Right?

Well, yes, but the program compiles now. The program fails at runtime, as expected, as std::mem::take isn't quite a correct fix, replacing array in the structure with an empty array. Sure, you can get the first element, but after the first element, the program will crash.

thread 'main' panicked at 'index out of bounds: the len is 0 but the index is 3', src/main.rs:34:19
note: run with `RUST_BACKTRACE=1` environment variable to display a backtrace.

But now that we are using slices, can we, say, partially move the slice out? The progression always moves forward, so we only can move part of a slice. Let's check out the documentation at https://doc.rust-lang.org/std/primitive.slice.html for any interesting methods. split_at_mut sounds particularly interesting.

pub fn split_at_mut(&mut self, mid: usize) -> (&mut [T], &mut [T]) { ... }

This returns two references, so we can move one out, and assign the other one back in. Because we need to correct indexes after using split_at_mut, we also want to modify Slice to own SliceOption instead of borrowing it. All fields are copy-able, so there is no real need to borrow in this case.

#[derive(Copy, Clone)]
struct SliceOption {
    start: usize,
    end: usize,
    stride: usize,
}

struct Slice<'a> {
    idx: usize,
    option: SliceOption,
    data: &'a mut [u8],
}

impl<'a> Slice<'a> {
    fn for_array(array: &'a mut [u8], option: &'a SliceOption) -> Slice<'a> {
        Slice {
            idx: option.start,
            option: *option,
            data: array,
        }
    }
}

impl<'a> Iterator for Slice<'a> {
    type Item = &'a mut u8;

    fn next(&mut self) -> Option<&'a mut u8> {
        if self.idx >= self.option.end {
            return None;
        }
        let index = self.idx;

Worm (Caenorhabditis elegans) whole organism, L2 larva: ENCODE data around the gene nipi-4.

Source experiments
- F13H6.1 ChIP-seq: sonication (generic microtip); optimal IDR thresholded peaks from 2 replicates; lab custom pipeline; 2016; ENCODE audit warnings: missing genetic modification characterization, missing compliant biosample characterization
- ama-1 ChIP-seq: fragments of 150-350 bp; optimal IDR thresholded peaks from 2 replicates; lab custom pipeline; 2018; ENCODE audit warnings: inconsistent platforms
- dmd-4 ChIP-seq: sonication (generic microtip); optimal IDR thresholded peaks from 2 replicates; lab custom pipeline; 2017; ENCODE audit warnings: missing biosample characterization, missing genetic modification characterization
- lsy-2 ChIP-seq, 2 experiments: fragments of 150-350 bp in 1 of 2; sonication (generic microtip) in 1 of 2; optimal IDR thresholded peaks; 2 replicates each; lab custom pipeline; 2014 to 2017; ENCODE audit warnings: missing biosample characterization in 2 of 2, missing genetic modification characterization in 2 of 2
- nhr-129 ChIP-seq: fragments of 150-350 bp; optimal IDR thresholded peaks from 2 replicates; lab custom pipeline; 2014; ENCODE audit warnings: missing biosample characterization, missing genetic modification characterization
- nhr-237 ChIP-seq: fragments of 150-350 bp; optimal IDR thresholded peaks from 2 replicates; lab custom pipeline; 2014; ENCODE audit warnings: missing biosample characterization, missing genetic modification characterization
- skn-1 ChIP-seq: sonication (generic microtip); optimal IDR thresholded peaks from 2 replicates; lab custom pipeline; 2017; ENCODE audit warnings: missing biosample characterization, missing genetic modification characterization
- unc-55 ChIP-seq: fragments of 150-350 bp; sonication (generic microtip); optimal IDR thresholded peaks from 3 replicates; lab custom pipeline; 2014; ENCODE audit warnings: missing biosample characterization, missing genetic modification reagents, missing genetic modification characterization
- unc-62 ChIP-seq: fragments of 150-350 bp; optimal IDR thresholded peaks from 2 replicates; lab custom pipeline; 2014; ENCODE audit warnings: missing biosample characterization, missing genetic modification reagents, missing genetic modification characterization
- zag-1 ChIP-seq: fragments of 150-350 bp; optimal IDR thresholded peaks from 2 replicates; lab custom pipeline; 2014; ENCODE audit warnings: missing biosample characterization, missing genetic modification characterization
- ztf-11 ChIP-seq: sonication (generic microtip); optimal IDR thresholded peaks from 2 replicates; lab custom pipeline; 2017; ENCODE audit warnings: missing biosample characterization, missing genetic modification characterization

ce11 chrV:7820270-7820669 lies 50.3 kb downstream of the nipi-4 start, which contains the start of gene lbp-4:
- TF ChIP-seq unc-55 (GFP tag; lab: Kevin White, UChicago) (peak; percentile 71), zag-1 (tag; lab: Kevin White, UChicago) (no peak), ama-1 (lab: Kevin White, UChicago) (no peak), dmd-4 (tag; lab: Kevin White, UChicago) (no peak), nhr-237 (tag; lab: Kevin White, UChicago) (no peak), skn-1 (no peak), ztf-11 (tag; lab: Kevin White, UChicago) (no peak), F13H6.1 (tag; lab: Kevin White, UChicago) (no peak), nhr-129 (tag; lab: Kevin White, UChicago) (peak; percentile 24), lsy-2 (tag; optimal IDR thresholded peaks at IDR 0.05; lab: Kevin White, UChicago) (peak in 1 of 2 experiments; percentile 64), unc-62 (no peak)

self.idx += self.option.stride;

        let (a, b) = std::mem::take(&mut self.data).split_at_mut(index + 1);
        self.idx -= a.len();
        self.option.end -= a.len();
        self.data = b;
        Some(&mut a[index])
    }
}

At this point, this program works. Can there be more done. Yes. SliceOption's start and end seem hardly idiomatic, when Rust slices can be also used a represent... well, slices. We can easily remove those.

#[derive(Copy, Clone)]
struct SliceOption {
    stride: usize,
}

struct Slice<'a> {
    idx: usize,
    option: SliceOption,
    data: &'a mut [u8],
}

impl<'a> Slice<'a> {
    fn for_array(array: &'a mut [u8], option: &'a SliceOption) -> Slice<'a> {
        Slice {
            idx: 0,
            option: *option,
            data: array,
        }
    }
}

impl<'a> Iterator for Slice<'a> {
    type Item = &'a mut u8;

    fn next(&mut self) -> Option<&'a mut u8> {
        if self.idx >= self.data.len() {
            return None;
        }
        let index = self.idx;
        self.idx += self.option.stride;

        let (a, b) = std::mem::take(&mut self.data).split_at_mut(index + 1);
        self.idx -= a.len();
        self.data = b;
        Some(&mut a[index])
    }
}

fn main() {
    let mut numbers = vec![0u8, 1, 2, 3, 4, 5, 6, 7, 8, 9];

    let option = SliceOption {
        stride: 3,
    };

    for i in Slice::for_array(&mut numbers[0..10], &option) {
        *i = 0;
    }

    println!("{:?}", numbers);
}